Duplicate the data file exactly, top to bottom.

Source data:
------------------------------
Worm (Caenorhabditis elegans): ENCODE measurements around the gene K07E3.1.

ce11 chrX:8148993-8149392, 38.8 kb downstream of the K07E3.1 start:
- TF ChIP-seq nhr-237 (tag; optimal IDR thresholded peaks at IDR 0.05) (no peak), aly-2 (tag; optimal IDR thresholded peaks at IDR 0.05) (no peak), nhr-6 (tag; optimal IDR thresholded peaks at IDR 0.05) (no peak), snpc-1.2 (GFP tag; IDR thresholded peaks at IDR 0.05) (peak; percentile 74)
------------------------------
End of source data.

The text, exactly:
Worm (Caenorhabditis elegans): ENCODE measurements around the gene K07E3.1.

ce11 chrX:8148993-8149392, 38.8 kb downstream of the K07E3.1 start:
- TF ChIP-seq nhr-237 (tag; optimal IDR thresholded peaks at IDR 0.05) (no peak), aly-2 (tag; optimal IDR thresholded peaks at IDR 0.05) (no peak), nhr-6 (tag; optimal IDR thresholded peaks at IDR 0.05) (no peak), snpc-1.2 (GFP tag; IDR thresholded peaks at IDR 0.05) (peak; percentile 74)